Meaning Making: Issues of Analysis in Memory-Work

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dc.contributor.author Ingleton, Christine. en_AU
dc.date.accessioned 2007-08-06T01:20:56Z
dc.date.accessioned 2012-12-15T02:48:50Z
dc.date.available 2007-08-06T01:20:56Z
dc.date.available 2012-12-15T02:48:50Z
dc.date.issued 2007-08-06T01:20:56Z
dc.identifier.uri http://hdl.handle.net/2100/408
dc.identifier.uri http://hdl.handle.net/10453/19752
dc.description.abstract At the core of memory-work is the making of meaning from a collective reading of the memories of individuals’ lived experiences. Memory-work enables many voices to be heard in the understanding and theorising of the cross-woven threads of embodied experience. The methodology, however, confronts memory-workers with the complexity of moving between the subjectivity of their collective experiences, emotions and interpretations, and the more academic and distanced processes of theorising the meaning of those experiences. In that process, the particular voices of participants are often felt to be vulnerable or lost in the final analysis. This paper focuses on the challenges of making transparent and convincing processes of analysis, given the collectivity of the endeavour and the subjective nature of the methodology. en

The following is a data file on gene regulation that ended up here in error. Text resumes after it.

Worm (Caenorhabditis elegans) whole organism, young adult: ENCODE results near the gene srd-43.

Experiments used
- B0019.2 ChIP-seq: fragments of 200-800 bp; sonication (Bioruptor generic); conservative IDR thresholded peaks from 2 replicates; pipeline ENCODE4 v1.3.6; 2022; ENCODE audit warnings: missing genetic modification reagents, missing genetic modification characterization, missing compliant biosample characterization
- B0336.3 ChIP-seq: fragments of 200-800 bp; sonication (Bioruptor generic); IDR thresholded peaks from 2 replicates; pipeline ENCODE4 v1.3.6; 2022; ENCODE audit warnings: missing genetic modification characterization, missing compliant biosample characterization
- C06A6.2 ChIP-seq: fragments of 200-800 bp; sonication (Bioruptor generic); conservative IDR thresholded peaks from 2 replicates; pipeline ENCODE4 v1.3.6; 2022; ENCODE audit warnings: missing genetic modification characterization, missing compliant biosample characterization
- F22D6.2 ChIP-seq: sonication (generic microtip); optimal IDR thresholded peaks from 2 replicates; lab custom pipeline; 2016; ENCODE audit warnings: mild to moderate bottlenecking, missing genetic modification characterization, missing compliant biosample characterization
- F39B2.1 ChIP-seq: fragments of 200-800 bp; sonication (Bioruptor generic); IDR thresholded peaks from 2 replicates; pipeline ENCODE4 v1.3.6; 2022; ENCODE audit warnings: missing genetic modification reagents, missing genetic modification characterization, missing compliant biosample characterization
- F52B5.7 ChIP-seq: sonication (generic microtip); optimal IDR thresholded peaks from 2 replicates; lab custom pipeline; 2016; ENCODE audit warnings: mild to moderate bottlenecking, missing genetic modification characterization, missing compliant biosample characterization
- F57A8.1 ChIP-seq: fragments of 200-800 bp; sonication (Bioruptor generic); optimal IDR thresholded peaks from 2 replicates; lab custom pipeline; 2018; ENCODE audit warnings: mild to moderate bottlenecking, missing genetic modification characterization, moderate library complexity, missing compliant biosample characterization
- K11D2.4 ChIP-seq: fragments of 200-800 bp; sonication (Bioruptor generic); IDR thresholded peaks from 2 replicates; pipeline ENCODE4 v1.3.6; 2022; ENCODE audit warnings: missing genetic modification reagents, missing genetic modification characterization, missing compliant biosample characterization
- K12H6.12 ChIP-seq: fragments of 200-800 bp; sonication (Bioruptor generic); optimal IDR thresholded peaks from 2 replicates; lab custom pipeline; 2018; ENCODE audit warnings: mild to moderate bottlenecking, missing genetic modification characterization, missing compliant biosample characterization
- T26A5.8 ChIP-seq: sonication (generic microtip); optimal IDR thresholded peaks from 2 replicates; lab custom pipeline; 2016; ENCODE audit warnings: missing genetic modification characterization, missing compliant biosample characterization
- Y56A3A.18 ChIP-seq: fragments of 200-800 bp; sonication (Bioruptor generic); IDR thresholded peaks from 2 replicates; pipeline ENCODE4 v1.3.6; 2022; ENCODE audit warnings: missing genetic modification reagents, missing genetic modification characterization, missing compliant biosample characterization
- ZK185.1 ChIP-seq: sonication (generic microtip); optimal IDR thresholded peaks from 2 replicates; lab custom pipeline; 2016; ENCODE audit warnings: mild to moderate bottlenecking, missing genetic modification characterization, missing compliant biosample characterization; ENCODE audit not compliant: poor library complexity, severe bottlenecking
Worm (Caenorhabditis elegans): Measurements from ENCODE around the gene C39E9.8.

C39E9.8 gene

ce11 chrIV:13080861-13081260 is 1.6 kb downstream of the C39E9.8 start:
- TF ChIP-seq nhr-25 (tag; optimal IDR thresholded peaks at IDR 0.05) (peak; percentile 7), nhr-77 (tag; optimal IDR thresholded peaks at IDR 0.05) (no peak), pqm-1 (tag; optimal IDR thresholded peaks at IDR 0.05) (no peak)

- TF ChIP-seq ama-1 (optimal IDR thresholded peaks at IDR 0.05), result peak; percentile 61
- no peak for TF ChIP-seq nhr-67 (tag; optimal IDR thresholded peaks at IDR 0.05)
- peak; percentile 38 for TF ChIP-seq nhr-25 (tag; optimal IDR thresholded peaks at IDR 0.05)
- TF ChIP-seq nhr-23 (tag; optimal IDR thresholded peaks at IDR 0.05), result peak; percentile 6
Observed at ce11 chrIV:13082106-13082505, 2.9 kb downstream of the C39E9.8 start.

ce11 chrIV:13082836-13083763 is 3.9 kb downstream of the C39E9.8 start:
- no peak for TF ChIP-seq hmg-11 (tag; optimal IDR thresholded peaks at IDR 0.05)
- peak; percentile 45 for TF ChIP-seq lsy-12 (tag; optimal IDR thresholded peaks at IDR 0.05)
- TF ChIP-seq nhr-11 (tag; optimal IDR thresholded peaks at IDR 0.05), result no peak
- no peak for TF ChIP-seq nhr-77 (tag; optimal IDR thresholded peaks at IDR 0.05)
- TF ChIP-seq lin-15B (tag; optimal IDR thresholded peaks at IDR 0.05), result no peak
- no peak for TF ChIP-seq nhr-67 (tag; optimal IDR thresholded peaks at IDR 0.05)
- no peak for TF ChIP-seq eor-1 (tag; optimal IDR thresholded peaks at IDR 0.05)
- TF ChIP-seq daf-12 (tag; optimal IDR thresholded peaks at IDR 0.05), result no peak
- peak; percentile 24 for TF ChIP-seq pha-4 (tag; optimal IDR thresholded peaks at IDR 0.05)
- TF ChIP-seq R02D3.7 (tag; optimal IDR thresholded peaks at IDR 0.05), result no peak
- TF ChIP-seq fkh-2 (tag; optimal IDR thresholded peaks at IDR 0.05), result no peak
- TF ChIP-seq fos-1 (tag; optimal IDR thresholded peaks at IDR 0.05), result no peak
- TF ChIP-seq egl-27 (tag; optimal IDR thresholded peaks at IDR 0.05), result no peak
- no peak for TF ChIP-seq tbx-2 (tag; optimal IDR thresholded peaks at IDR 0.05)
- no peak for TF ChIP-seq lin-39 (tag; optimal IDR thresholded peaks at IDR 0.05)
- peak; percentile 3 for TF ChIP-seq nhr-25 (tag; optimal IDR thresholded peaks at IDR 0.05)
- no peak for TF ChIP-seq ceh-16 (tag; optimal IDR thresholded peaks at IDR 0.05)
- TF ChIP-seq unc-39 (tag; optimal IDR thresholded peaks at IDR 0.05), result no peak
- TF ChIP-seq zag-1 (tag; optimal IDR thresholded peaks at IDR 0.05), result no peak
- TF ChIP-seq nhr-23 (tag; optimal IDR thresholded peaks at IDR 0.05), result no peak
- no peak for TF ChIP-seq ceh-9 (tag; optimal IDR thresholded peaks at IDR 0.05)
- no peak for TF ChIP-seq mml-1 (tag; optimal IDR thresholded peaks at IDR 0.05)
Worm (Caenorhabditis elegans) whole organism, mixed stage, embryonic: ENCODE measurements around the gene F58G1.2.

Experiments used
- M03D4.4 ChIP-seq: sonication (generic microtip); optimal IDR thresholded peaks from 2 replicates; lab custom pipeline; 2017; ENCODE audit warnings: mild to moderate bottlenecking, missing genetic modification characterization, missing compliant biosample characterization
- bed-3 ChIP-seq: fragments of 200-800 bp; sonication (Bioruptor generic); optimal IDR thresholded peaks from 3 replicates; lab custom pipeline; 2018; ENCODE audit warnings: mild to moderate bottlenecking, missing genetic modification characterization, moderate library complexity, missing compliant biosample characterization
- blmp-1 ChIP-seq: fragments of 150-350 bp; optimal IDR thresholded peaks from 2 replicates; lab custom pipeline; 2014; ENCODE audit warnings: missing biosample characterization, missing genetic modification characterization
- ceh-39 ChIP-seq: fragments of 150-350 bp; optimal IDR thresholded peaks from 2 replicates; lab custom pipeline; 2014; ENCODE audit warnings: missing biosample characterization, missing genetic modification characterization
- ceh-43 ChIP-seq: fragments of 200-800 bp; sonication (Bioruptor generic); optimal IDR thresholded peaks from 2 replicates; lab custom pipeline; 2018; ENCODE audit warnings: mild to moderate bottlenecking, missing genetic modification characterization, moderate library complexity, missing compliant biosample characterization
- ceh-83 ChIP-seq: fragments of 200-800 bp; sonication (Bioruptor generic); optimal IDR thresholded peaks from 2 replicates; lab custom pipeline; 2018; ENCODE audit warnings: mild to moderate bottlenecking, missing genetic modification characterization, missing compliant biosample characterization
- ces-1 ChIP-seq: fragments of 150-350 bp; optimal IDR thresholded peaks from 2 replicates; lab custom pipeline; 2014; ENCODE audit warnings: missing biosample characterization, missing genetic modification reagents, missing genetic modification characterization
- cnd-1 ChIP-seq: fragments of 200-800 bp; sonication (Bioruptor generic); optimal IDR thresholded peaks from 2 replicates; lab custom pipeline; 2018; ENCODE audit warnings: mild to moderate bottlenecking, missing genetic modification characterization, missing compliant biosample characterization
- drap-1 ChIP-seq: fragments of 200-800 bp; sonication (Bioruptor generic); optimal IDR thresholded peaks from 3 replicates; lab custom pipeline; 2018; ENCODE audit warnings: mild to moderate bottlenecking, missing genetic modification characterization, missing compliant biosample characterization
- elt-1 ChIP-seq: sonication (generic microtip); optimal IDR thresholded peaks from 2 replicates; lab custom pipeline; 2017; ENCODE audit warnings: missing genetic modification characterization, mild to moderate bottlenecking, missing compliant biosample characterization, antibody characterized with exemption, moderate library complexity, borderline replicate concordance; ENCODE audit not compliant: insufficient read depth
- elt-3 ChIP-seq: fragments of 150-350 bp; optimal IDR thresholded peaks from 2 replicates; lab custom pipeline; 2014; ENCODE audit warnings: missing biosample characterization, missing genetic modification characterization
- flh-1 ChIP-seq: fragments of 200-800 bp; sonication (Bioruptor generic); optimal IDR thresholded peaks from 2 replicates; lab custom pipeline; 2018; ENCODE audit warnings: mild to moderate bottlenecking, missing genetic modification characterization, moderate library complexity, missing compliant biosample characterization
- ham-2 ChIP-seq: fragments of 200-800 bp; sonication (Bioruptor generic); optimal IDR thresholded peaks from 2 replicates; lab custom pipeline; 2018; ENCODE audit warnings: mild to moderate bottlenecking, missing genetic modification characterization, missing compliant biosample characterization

dc.format.extent 79385 bytes
dc.format.mimetype application/pdf
dc.language.iso en en
dc.subject memory en
dc.subject memory-work en
dc.title Meaning Making: Issues of Analysis in Memory-Work en
dc.type Article en


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